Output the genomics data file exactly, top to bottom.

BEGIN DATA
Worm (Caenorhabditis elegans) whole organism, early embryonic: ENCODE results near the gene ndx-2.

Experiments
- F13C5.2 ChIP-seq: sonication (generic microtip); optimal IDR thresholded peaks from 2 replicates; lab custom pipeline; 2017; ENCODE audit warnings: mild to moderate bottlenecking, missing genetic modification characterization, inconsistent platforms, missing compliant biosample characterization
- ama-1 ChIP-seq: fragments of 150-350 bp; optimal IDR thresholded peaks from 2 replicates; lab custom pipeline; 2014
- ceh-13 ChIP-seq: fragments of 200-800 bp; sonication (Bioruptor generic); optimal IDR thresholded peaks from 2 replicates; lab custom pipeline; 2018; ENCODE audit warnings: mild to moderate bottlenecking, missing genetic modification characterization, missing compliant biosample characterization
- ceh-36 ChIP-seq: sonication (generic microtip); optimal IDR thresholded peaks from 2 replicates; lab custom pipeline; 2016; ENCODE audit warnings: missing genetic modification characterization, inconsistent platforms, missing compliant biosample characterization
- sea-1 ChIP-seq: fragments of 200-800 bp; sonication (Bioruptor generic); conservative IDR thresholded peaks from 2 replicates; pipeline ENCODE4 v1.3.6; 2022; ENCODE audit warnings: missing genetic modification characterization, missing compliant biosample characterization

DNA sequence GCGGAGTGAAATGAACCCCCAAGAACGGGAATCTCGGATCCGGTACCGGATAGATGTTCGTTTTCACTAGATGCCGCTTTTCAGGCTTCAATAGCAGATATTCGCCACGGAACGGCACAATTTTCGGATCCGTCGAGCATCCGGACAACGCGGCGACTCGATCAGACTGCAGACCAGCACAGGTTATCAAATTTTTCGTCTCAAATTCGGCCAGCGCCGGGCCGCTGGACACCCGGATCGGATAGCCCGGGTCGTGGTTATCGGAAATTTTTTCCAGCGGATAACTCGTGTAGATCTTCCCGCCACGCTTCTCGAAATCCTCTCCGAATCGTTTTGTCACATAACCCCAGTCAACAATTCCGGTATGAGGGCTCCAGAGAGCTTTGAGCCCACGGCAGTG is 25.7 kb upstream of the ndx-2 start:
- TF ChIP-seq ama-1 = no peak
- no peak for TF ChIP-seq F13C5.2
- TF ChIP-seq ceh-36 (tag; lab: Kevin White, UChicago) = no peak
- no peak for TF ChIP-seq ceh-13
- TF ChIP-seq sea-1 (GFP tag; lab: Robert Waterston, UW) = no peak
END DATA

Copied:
Worm (Caenorhabditis elegans) whole organism, early embryonic: ENCODE results near the gene ndx-2.

Experiments
- F13C5.2 ChIP-seq: sonication (generic microtip); optimal IDR thresholded peaks from 2 replicates; lab custom pipeline; 2017; ENCODE audit warnings: mild to moderate bottlenecking, missing genetic modification characterization, inconsistent platforms, missing compliant biosample characterization
- ama-1 ChIP-seq: fragments of 150-350 bp; optimal IDR thresholded peaks from 2 replicates; lab custom pipeline; 2014
- ceh-13 ChIP-seq: fragments of 200-800 bp; sonication (Bioruptor generic); optimal IDR thresholded peaks from 2 replicates; lab custom pipeline; 2018; ENCODE audit warnings: mild to moderate bottlenecking, missing genetic modification characterization, missing compliant biosample characterization
- ceh-36 ChIP-seq: sonication (generic microtip); optimal IDR thresholded peaks from 2 replicates; lab custom pipeline; 2016; ENCODE audit warnings: missing genetic modification characterization, inconsistent platforms, missing compliant biosample characterization
- sea-1 ChIP-seq: fragments of 200-800 bp; sonication (Bioruptor generic); conservative IDR thresholded peaks from 2 replicates; pipeline ENCODE4 v1.3.6; 2022; ENCODE audit warnings: missing genetic modification characterization, missing compliant biosample characterization

DNA sequence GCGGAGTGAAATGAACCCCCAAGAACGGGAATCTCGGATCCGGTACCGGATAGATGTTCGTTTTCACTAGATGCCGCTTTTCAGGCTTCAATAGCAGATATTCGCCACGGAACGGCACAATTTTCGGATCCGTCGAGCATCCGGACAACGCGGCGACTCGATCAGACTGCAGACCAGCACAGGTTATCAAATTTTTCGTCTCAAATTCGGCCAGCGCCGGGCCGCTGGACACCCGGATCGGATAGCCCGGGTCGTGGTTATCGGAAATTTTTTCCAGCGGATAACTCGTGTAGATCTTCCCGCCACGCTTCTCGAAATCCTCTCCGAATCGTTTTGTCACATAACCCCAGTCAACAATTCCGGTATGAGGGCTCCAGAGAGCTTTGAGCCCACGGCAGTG is 25.7 kb upstream of the ndx-2 start:
- TF ChIP-seq ama-1 = no peak
- no peak for TF ChIP-seq F13C5.2
- TF ChIP-seq ceh-36 (tag; lab: Kevin White, UChicago) = no peak
- no peak for TF ChIP-seq ceh-13
- TF ChIP-seq sea-1 (GFP tag; lab: Robert Waterston, UW) = no peak